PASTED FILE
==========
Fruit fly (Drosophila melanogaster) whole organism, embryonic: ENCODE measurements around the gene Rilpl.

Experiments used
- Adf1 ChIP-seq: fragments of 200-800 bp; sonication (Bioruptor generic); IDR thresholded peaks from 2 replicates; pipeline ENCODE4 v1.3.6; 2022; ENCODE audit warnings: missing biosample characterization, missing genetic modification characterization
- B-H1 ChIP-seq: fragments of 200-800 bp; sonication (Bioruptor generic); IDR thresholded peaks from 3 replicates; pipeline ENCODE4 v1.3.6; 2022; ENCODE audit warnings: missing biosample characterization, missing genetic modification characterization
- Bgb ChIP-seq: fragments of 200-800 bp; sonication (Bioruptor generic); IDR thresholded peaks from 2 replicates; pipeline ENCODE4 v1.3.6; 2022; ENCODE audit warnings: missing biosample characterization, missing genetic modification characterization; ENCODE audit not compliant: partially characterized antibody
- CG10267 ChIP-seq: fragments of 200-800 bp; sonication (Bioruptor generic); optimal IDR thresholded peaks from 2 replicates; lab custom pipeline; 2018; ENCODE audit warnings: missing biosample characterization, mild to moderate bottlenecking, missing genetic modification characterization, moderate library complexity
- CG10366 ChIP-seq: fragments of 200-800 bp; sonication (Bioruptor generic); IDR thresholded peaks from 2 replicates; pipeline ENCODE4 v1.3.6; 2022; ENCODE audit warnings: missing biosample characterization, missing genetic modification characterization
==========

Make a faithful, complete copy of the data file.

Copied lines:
Fruit fly (Drosophila melanogaster) whole organism, embryonic: ENCODE measurements around the gene Rilpl.

Experiments used
- Adf1 ChIP-seq: fragments of 200-800 bp; sonication (Bioruptor generic); IDR thresholded peaks from 2 replicates; pipeline ENCODE4 v1.3.6; 2022; ENCODE audit warnings: missing biosample characterization, missing genetic modification characterization
- B-H1 ChIP-seq: fragments of 200-800 bp; sonication (Bioruptor generic); IDR thresholded peaks from 3 replicates; pipeline ENCODE4 v1.3.6; 2022; ENCODE audit warnings: missing biosample characterization, missing genetic modification characterization
- Bgb ChIP-seq: fragments of 200-800 bp; sonication (Bioruptor generic); IDR thresholded peaks from 2 replicates; pipeline ENCODE4 v1.3.6; 2022; ENCODE audit warnings: missing biosample characterization, missing genetic modification characterization; ENCODE audit not compliant: partially characterized antibody
- CG10267 ChIP-seq: fragments of 200-800 bp; sonication (Bioruptor generic); optimal IDR thresholded peaks from 2 replicates; lab custom pipeline; 2018; ENCODE audit warnings: missing biosample characterization, mild to moderate bottlenecking, missing genetic modification characterization, moderate library complexity
- CG10366 ChIP-seq: fragments of 200-800 bp; sonication (Bioruptor generic); IDR thresholded peaks from 2 replicates; pipeline ENCODE4 v1.3.6; 2022; ENCODE audit warnings: missing biosample characterization, missing genetic modification characterization